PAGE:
“But seek the welfare of the city where I have sent you into exhile, and pray to the LORD on its behalf, for in its welfare you will find your welfare.” (Jeremiah 29:7)
When was the last time you took a walk just for the sake of looking around? Until this past week, I can’t remember that last time I did.
Whenever I walk, I’m going somewhere in particular. From home to church is about fifteen minutes. From church to Brownstone Coffee is about five. Or if I’m walking to the hospital from church, it’s ten minutes. When I walk, it’s with the purpose of getting somewhere.
But last week, walking was its own purpose. I met Sue Day and Dan Byrd at the Walgreen on the corner of Capital and Emmett, and we started off on a prayer walk. We did so as participants in the small ReVision groups in order to help discern what lies ahead for FCCBC (prayer walks are part of that process.) These walks consist of picking a neighborhood and walking for about thirty minutes, paying attention to what we see and praying blessings as we go. “Seek the welfare of the city where I have sent you…”
Sue, Dan and I, we walked past an elementary school, a small muddy pond, several neighborhood homes, an elderly woman with three small children in tow. One beautifully manicured home had an ironic juxtaposition of signs ranging from “WELCOME!” to “NO TRESPASSING!” to “KEEP OFF THE GRASS!” One home had a huge tree stump outside of it. Several had Halloween decorations already up. We maintained an easy pace, not trying to cover particular ground but simply experience what came our way. Before long, it was time to turn back.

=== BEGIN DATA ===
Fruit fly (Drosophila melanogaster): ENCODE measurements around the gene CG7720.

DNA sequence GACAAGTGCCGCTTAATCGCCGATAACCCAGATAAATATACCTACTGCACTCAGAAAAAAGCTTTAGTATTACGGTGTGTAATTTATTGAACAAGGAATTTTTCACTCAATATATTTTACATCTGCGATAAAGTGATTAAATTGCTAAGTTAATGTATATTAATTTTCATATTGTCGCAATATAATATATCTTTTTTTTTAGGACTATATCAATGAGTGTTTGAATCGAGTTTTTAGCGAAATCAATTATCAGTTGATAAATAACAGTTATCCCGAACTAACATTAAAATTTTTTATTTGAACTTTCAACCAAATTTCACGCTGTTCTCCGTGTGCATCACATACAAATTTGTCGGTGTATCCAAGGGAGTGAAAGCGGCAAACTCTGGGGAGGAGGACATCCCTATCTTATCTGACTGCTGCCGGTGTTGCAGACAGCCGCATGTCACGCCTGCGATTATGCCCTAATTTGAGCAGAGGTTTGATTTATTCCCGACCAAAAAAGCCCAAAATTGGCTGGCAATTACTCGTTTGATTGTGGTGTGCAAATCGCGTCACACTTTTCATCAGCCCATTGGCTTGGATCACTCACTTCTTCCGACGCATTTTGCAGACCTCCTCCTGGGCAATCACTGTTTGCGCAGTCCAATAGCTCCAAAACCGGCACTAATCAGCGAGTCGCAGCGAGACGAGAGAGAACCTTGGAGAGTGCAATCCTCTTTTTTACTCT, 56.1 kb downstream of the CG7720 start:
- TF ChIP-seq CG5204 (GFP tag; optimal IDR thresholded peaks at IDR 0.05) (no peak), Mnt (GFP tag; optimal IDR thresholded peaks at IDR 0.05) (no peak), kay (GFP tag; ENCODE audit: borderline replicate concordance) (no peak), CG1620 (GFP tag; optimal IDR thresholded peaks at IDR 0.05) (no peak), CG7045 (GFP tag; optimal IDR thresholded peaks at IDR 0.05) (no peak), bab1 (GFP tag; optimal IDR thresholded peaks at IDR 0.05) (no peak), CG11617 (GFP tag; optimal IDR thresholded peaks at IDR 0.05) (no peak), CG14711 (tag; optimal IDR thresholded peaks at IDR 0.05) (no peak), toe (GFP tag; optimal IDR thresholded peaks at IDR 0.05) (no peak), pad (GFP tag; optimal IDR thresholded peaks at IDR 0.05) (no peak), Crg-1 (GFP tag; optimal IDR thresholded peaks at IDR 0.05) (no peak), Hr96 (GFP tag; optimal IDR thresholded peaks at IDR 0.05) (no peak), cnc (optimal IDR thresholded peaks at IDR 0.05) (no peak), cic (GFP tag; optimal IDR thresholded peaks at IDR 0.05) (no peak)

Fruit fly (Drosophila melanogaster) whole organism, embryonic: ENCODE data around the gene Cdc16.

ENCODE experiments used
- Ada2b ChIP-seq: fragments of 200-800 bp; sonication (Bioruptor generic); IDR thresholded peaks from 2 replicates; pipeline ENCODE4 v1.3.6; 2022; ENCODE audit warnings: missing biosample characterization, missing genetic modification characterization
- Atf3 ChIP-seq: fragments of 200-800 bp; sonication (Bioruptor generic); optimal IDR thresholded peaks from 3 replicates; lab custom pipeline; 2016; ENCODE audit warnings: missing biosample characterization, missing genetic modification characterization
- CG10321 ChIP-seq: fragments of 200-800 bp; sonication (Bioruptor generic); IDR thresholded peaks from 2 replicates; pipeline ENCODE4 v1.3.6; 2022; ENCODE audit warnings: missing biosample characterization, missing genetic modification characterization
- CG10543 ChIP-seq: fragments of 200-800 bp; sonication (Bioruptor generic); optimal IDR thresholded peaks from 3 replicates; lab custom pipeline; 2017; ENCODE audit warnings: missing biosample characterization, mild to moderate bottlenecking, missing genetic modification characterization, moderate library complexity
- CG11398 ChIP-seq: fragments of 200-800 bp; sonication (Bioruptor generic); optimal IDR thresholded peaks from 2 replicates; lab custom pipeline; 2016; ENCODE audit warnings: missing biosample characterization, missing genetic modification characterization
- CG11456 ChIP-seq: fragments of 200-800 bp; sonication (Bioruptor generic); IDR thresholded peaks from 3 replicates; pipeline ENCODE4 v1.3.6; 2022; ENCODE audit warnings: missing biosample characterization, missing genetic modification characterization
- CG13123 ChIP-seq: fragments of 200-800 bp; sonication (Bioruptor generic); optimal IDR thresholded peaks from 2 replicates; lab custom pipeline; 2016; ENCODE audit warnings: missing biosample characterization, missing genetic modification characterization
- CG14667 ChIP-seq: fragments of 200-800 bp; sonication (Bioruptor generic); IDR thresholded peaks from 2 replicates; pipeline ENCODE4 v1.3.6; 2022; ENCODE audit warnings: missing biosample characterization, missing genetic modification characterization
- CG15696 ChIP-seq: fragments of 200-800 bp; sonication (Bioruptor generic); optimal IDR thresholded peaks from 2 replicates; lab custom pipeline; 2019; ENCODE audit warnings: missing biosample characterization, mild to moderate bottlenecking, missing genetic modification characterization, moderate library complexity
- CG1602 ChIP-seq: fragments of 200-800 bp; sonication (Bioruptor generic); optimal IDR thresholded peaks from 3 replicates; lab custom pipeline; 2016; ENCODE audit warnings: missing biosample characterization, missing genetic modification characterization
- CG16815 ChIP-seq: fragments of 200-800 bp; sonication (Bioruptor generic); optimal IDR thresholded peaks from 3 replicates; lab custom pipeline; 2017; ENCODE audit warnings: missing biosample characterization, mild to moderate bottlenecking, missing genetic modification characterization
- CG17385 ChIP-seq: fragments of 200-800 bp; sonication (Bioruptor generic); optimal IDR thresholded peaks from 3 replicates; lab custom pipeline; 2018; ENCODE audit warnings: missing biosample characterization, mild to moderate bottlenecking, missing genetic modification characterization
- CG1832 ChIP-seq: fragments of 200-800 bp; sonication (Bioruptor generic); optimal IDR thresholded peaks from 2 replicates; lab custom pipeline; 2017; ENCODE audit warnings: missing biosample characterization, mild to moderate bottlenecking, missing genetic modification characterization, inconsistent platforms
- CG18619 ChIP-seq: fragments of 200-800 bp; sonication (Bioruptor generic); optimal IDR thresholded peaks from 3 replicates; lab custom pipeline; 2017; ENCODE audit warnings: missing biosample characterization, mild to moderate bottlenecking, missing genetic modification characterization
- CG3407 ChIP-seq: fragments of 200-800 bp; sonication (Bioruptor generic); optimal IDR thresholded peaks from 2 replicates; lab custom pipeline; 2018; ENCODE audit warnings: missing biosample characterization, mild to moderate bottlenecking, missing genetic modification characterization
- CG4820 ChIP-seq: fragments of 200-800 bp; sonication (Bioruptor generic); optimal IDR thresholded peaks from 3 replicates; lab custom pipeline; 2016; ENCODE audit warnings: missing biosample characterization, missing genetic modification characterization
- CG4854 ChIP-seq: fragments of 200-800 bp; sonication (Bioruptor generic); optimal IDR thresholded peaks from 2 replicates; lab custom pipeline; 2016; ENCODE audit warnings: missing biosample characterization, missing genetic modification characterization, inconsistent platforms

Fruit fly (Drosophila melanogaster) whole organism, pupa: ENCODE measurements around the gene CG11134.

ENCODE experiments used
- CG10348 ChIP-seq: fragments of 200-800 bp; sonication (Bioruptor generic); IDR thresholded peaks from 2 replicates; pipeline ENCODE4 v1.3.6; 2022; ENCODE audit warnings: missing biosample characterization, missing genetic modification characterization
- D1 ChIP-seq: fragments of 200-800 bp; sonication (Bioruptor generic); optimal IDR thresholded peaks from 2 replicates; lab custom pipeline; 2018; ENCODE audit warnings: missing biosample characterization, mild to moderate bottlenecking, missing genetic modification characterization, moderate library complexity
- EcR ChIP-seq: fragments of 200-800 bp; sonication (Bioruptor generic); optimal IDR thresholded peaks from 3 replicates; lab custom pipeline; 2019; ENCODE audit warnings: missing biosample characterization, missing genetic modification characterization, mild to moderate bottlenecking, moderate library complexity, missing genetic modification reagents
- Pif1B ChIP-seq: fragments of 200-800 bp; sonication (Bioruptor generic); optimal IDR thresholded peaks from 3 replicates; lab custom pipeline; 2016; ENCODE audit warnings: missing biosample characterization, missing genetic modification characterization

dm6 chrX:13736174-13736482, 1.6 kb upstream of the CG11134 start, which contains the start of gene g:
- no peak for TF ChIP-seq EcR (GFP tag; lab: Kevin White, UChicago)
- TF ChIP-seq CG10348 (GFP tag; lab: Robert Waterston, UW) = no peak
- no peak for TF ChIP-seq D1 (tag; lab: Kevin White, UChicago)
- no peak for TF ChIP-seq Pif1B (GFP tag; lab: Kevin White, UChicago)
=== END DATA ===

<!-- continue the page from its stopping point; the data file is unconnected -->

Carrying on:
Something about this prayer walk and walking as its own purpose, made the time pass both more slowly and more calmly. It was a peaceful experience, and after even thirty minutes I felt a sense of gratitude and deeper connection to this small area of northern Battle Creek. I felt a sense of hope for the welfare of this corner of my community and pride at being a part of it. At this point, it’s hard to perceive much about what God’s future is for FCCBC and Battle Creek. But when it comes to discernment, I am coming to find that there is perhaps more value in a slow walk than if we had stayed indoors and made a quick action plan. May we seek, and find, the welfare of the city in which we make our home, and we trust that the welfare of FCCBC will follow.